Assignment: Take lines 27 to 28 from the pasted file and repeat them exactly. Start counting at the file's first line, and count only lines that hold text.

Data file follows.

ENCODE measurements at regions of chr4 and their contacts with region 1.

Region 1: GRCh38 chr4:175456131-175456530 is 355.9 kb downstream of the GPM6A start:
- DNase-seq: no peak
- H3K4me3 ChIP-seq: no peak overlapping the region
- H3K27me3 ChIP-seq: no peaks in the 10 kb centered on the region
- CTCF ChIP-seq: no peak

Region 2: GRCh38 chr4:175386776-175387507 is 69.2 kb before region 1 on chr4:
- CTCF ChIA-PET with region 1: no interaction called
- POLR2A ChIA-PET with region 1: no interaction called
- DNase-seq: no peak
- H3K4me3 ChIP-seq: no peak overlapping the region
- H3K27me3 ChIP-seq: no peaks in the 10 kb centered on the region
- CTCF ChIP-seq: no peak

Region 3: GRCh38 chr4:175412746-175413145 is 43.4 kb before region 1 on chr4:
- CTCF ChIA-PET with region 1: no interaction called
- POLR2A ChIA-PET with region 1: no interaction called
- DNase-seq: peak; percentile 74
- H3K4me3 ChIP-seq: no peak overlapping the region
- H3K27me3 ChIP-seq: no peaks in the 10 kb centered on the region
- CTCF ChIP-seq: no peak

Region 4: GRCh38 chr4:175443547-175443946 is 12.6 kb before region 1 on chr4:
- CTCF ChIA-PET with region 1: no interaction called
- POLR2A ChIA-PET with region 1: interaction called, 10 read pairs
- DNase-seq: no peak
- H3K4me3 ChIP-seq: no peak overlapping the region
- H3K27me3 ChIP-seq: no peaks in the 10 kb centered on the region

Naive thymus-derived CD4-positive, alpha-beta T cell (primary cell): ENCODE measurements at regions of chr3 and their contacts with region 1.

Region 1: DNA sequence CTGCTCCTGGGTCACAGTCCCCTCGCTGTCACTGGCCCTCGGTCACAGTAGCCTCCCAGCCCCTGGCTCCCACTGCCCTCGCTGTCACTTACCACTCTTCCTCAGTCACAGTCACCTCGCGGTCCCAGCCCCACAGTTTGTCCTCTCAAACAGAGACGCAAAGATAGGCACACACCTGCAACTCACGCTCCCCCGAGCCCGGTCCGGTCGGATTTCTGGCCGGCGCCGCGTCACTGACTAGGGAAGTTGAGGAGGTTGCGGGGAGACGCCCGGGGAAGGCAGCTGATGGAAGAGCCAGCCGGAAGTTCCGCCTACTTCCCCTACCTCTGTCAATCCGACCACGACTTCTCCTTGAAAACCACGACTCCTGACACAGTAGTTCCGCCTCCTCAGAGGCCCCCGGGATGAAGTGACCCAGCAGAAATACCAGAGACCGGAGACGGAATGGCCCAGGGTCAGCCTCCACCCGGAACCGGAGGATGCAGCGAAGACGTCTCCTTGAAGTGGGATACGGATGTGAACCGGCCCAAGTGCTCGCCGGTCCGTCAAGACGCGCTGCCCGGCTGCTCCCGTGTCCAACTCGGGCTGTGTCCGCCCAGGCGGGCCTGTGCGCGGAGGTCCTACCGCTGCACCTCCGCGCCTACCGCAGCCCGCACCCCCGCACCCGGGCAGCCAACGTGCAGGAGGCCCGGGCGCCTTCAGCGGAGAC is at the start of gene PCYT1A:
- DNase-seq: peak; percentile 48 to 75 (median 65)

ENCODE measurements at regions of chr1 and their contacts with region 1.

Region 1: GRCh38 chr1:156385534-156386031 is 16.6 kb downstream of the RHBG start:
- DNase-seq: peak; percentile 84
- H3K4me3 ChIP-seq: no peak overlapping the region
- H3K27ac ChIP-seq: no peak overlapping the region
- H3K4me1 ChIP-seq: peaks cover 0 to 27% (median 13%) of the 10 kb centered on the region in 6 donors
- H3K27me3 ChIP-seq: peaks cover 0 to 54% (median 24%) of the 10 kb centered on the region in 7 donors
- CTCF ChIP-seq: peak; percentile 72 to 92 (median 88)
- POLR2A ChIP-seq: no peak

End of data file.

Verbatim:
Naive thymus-derived CD4-positive, alpha-beta T cell (primary cell): ENCODE measurements at regions of chr3 and their contacts with region 1.

Region 1: DNA sequence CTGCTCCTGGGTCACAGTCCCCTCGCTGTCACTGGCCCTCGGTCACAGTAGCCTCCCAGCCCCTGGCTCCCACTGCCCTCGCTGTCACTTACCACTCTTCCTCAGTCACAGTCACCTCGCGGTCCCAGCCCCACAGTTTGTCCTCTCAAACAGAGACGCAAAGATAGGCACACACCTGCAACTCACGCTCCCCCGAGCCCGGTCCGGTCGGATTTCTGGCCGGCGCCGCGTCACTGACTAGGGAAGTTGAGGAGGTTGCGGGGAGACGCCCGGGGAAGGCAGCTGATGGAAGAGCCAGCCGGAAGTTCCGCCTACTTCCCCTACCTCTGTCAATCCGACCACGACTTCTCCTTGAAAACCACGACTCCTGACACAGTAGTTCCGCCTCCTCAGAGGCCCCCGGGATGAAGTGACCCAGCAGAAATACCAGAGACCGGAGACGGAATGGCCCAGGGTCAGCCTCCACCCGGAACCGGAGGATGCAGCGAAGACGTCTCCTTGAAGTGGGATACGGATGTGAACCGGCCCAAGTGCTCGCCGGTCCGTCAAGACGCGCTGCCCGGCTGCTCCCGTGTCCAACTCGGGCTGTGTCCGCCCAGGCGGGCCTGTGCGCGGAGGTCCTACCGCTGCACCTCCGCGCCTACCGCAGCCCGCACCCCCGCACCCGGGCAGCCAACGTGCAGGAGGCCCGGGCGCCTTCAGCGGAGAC is at the start of gene PCYT1A: